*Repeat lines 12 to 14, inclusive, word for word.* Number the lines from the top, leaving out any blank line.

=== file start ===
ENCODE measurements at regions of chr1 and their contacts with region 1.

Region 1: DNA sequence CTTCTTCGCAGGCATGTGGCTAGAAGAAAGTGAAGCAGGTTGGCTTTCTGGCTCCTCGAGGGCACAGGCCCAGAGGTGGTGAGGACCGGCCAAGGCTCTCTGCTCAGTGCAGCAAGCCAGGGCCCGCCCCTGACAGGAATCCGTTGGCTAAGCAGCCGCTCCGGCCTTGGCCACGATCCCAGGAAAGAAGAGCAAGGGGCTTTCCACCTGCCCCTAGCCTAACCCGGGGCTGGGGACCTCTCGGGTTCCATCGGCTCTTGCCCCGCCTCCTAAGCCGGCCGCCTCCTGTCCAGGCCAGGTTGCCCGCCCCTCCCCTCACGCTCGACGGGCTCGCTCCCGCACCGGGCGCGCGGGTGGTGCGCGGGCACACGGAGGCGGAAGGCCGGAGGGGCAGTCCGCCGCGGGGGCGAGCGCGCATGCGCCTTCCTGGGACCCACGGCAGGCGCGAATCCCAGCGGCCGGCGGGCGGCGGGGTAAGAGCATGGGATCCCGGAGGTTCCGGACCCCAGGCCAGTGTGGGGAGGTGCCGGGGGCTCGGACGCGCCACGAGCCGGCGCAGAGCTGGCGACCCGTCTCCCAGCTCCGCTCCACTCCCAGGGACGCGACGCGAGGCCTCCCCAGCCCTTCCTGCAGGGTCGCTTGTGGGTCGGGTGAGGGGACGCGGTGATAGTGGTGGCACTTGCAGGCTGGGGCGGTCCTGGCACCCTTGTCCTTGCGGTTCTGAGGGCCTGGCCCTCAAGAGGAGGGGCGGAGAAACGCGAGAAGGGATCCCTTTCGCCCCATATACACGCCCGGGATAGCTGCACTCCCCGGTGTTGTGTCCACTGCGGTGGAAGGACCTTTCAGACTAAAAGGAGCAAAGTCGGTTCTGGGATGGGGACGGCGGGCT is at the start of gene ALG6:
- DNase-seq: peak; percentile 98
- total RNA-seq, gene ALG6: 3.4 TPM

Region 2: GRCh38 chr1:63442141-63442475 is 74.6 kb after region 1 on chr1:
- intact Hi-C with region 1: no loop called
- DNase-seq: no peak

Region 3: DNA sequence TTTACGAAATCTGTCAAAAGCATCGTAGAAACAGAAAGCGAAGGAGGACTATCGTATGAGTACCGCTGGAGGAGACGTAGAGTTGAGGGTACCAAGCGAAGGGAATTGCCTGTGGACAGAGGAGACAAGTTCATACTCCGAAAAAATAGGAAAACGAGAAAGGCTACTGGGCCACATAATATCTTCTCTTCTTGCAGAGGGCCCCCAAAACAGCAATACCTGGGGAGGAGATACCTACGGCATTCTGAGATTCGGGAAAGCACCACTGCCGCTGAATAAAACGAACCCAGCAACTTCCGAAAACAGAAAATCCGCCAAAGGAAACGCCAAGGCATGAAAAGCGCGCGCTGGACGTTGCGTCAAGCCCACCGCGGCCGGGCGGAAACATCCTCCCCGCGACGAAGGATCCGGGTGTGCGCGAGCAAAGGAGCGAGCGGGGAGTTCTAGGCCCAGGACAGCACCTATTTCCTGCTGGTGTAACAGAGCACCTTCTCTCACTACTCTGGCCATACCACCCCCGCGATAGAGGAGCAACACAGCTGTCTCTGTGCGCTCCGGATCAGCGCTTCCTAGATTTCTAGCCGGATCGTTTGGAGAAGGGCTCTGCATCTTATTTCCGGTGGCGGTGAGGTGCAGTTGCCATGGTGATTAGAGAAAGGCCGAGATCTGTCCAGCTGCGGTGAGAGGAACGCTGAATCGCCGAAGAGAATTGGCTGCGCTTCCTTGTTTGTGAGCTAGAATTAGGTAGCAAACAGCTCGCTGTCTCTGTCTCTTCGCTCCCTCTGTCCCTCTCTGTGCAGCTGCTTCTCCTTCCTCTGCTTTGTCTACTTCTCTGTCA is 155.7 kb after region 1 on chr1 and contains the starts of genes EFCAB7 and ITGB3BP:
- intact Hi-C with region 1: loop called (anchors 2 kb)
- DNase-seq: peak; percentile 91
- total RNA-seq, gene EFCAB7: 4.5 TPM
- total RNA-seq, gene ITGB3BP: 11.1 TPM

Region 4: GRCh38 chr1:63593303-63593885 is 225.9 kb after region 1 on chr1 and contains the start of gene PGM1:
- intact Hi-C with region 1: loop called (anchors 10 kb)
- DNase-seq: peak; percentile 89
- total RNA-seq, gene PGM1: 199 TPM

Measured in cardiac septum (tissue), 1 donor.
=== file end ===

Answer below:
- total RNA-seq, gene ITGB3BP: 11.1 TPM

Region 4: GRCh38 chr1:63593303-63593885 is 225.9 kb after region 1 on chr1 and contains the start of gene PGM1:
- intact Hi-C with region 1: loop called (anchors 10 kb)